10 ways you can recycle this Christmas to avoid huge waste

This is Samantha Upham’s best advice – seasonal sustainability lead at packaging firm DS Smith.

Christmas cards: Most people don’t know that not all Christmas cards can be recycled. Cards with decorative glitter are the biggest culprit – as the glitter can cause quality issues in the paper making process, which creates more waste.

Top tip: “The best thing to do with Christmas cards is to avoid buying cards with glitter, plastic or electrical components at all, as these are very tricky to recycle. But if you already have some, don’t worry – try separating the card from the decorative backing and just recycle the part with no glitter. And if you’re wondering what to do with the decorative part of your card, why not put it in your arts and crafts box and create gift labels for next year or use for future crafts projects?”

Packaging tape: Despite what most people think, you don’t need to remove all tape fromcardboard before putting it in the recycling bin.

Top tip: “It’s a big help for recyclers if you remove as much tape as possible from your packaging before you put it in the bin, but there’s no need to worry about getting every last bit off. Packaging tape can be one less thing you need to worry about this year.”

Gift wrapping paper: Just like cards, not all wrapping paper is created equal! Some wrapping papers can include metallisation, holographic foil, and plastics, meaning that it cannot be recycled.

Top tip: “Try scrunching your wrapping paper into a ball before you dispose of it. If it stays scrunched up, it can be recycled, so pop it in your recycling bin. If you’re ever in doubt, you can always check with your local recycling guidelines. Or alternatively, try using traditional brown wrapping paper – it’s a fully recyclable, more sustainable option that also looks great under the tree.”

Christmas ribbons: Ribbons unfortunately cannot be recycled, as they get tangled up during the recycling process.

Top tip: “Ribbons are a beautiful addition to presents – why not keep your ribbons from the gifts you receive or are given in your home and reuse them for another gift in the future?”

Food and drink packaging: What’s Christmas without the food? Cross-contamination can impact what can and can’t be recycled, so it’s important to be mindful of how you dispose of food and drink packaging.

Top tip: “To prevent cross-contamination with food solids and liquids, make sure to rinse out your cans, glass bottles and plastic containers (where accepted) before putting them in the recycling bin. For paper and cardboard, ensure any food residue is scraped off as much as possible and the papers aren’t significantly soaked with grease or oils. Don’t forget to check the recycling label on the packaging to ensure it goes into the correct bin.”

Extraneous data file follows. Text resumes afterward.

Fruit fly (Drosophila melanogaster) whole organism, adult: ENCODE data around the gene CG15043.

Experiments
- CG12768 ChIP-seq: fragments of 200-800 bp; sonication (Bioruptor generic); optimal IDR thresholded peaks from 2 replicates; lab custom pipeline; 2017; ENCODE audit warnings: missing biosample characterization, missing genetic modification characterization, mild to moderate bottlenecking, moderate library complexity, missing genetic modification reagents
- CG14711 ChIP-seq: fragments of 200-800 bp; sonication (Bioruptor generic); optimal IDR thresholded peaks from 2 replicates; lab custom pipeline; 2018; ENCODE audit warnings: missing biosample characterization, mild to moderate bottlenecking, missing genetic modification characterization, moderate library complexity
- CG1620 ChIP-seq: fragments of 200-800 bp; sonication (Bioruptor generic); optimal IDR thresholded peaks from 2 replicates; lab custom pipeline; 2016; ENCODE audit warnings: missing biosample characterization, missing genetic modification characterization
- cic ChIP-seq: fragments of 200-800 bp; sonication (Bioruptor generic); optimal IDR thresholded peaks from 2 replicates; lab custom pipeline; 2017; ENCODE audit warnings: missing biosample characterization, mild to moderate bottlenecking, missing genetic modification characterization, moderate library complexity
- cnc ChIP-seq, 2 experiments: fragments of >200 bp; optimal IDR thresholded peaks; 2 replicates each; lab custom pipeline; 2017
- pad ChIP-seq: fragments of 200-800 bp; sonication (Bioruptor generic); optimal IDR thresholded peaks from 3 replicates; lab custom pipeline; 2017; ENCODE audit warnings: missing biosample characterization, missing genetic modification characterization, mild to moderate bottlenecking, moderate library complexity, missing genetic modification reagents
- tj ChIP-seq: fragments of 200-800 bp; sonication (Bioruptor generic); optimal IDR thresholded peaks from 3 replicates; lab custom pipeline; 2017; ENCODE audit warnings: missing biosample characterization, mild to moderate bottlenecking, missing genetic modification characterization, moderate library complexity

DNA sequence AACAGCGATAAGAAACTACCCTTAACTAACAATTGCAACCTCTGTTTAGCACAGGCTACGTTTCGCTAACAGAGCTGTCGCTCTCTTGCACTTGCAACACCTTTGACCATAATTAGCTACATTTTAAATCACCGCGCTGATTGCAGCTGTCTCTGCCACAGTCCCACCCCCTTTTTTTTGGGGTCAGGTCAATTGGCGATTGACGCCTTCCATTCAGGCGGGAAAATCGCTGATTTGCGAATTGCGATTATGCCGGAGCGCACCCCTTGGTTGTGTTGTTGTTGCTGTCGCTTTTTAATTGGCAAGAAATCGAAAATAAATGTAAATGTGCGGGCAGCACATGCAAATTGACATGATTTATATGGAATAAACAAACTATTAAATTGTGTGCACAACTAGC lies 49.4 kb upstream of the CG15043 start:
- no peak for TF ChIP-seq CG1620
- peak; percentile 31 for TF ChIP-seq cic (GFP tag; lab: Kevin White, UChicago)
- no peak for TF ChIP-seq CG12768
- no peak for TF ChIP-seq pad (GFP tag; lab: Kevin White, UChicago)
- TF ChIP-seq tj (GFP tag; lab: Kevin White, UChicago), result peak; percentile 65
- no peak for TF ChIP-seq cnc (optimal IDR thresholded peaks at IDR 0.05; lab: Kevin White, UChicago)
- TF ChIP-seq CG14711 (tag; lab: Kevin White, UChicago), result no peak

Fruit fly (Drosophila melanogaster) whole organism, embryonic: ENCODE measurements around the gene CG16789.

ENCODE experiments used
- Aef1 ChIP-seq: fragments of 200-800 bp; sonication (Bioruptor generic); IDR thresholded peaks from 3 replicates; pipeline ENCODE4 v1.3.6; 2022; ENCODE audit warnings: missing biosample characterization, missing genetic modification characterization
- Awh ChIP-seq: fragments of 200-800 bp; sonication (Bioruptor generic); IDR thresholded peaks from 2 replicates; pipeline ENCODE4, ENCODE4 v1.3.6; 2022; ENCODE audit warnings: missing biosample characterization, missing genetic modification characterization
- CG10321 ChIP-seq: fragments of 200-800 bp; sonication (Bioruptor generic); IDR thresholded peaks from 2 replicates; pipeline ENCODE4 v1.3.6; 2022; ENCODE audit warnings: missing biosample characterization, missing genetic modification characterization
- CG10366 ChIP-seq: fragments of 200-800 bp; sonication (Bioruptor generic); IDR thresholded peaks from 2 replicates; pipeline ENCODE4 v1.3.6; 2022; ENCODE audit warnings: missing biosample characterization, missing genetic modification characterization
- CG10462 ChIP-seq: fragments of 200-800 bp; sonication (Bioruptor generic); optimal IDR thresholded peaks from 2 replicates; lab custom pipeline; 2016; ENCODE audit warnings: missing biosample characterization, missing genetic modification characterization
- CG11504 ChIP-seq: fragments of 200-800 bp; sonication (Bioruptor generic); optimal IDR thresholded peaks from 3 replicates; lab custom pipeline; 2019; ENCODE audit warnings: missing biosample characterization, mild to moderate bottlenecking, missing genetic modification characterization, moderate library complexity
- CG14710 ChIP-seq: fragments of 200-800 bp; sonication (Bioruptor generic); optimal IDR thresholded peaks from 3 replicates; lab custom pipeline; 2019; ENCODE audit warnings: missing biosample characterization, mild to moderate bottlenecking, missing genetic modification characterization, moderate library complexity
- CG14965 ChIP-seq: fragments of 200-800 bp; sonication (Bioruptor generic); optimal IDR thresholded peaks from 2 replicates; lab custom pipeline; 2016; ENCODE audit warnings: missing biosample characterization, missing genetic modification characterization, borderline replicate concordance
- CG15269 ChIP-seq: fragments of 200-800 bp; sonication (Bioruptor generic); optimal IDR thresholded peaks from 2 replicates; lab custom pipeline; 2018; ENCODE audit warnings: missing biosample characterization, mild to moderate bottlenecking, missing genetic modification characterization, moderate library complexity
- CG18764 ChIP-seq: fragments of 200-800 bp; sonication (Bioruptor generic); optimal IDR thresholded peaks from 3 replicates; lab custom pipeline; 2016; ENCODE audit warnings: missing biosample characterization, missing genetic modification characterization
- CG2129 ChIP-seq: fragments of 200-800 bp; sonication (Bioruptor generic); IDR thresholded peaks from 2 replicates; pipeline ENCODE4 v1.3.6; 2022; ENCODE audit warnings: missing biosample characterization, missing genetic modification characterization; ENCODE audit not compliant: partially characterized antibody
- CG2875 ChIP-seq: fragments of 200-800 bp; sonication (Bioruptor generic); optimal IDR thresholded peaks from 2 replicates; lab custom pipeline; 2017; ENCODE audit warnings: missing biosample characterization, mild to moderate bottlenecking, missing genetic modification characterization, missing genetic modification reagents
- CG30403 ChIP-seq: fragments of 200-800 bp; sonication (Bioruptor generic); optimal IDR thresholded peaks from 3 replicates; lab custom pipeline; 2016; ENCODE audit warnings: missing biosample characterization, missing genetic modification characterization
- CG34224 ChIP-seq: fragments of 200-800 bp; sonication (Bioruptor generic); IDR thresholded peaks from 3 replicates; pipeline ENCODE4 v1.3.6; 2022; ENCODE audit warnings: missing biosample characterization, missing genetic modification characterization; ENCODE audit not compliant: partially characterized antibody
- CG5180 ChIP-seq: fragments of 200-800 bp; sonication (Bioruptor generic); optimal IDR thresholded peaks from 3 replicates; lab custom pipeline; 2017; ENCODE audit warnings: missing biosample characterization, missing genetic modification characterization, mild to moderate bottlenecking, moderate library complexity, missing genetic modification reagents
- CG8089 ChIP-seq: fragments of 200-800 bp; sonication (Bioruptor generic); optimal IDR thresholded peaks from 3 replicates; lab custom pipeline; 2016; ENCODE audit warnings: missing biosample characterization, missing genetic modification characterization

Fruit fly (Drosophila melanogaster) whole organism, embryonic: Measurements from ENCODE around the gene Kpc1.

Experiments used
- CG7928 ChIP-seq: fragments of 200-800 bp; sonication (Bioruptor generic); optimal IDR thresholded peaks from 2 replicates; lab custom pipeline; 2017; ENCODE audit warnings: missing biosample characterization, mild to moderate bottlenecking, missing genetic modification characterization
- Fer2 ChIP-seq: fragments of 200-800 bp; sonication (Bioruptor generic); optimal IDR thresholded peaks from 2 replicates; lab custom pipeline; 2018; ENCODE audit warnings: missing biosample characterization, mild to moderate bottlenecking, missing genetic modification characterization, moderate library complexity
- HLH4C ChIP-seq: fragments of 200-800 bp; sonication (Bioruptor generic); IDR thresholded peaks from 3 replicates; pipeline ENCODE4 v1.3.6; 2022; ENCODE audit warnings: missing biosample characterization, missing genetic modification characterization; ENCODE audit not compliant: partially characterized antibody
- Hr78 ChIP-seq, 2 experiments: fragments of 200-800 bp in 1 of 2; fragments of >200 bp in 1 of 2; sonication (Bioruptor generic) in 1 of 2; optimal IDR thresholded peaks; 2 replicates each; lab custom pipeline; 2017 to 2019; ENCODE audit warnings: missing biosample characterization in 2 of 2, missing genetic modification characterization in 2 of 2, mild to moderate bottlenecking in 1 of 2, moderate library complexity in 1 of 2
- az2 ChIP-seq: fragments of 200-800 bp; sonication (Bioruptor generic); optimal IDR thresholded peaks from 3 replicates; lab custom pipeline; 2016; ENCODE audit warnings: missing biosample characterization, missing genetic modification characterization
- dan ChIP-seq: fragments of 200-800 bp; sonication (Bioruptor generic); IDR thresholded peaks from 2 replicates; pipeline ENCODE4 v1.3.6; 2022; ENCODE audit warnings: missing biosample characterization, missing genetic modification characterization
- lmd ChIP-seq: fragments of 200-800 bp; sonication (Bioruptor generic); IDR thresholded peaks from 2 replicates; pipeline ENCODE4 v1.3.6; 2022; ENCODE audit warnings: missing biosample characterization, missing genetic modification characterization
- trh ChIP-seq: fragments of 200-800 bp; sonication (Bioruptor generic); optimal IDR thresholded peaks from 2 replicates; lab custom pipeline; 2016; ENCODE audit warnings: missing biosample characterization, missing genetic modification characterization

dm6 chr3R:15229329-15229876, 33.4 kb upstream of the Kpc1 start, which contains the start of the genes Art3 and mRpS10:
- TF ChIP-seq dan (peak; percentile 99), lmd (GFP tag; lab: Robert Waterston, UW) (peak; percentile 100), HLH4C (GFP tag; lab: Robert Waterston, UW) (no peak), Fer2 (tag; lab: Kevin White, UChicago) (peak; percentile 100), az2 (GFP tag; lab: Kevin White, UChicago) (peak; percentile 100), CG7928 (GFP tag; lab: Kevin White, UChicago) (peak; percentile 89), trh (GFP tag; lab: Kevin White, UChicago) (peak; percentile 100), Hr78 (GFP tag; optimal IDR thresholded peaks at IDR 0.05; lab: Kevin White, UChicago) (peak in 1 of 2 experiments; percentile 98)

Christmas crackers: Since Christmas crackers are made from cardboard, they can be recycled as long as they are not foil or glittery or plastic coated. You can check this by tearing the paper apart; if it easily tears it can be recycled, but if it doesn’t tear and you see the plastic liner it’s not recyclable. Remember to separate into the correct bin.

Top tip: “For a more sustainable Christmas cracker, why not invest in some reusable crackers? There are plenty of great options available – or if you’re particularly crafty, you could make your own.”

Decorated boxes: We all love opening a gift box when we get one, but they often quickly end up adding to our waste piles.

Top tip: “Reuse is the answer once again. Why not give old boxes a second life before they go to recycling by repurposing them? You could use them to hold new gifts, transform into an arts and crafts project for the kids over the holidays, or even create a new hide out for your cat! Just remember though, once you have completely finished with your box, please recycle it.”

Christmas trees: It’s just not Christmas without a tree. If you opt for a real one, make sure you think about what to do with it once Christmas is over.

Top tip: “Local Councils and other organisations offer a tree recycling service post-Christmas, so have a look online or in your local press to find out where your local drop off point is. Or, if you’ve bought a rooted tree and you have a garden, why not plant it for decorating next year.”

If you run out of space in your recycling bin: It can be very overwhelming when faced with excess packaging in the home over the festive season. If you do run out of space in your recycling bin, resist the temptation to put in the rubbish bin by making use of your local recycling point, as this is a great way to clear out your home and stay sustainable.

Top tip: “Your local recycling point will only be too happy to take your cardboard if you end up with too much in your home. Bring it to your local point, and they’ll dispose of it and don’t forget to ask your neighbour if they have any excess packaging to help them out and save a car trip.”

Unwanted gifts? It happens! Don’t throw it away, either regift to someone else or donate it to charity.

Top tip: “Pre-loved gifts are having a moment, so there is even less reason to throw away any unwanted items. Keep it for someone else’s birthday or future Christmas gift or donate it to Charity so it can be sold on, and your gift will help a good cause and someone else along the way – you can’t get much more sustainable than that.”


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